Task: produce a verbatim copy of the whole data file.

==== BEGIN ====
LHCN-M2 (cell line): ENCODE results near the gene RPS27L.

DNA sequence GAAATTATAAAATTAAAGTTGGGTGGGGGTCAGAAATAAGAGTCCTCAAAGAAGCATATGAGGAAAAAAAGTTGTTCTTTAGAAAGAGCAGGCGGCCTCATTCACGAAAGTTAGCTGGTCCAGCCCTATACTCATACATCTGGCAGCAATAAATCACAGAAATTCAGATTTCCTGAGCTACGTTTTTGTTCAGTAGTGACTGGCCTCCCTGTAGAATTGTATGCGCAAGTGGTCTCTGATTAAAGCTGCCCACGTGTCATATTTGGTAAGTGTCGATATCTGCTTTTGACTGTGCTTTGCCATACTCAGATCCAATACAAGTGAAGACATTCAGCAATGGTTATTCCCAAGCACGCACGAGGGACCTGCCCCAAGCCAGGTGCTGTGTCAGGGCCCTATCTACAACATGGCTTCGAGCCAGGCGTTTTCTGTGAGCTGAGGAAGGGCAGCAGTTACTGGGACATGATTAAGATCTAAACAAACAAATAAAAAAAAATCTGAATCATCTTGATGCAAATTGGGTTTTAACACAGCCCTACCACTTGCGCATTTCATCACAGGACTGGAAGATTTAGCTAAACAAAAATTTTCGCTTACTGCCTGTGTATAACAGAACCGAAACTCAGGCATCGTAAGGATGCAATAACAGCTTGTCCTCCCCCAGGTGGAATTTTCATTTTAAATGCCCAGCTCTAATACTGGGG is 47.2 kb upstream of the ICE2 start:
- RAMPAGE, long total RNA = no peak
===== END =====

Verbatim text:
LHCN-M2 (cell line): ENCODE results near the gene RPS27L.

DNA sequence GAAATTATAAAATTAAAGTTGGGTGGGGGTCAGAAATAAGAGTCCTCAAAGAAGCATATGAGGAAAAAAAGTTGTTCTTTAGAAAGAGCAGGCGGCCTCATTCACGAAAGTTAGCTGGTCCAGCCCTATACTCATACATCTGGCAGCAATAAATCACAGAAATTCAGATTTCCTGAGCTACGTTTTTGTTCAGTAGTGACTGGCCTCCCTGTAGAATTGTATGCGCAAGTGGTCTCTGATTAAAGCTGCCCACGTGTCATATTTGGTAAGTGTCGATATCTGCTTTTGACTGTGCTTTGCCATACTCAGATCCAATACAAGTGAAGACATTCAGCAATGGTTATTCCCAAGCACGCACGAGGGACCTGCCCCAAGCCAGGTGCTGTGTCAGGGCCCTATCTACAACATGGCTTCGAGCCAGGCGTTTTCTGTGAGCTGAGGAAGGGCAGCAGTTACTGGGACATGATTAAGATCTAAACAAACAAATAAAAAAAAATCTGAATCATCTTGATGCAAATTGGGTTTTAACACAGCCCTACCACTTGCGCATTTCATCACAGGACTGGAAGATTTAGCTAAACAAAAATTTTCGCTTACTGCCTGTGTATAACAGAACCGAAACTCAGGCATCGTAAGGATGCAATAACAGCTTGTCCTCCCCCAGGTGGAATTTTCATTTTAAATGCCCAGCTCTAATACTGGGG is 47.2 kb upstream of the ICE2 start:
- RAMPAGE, long total RNA = no peak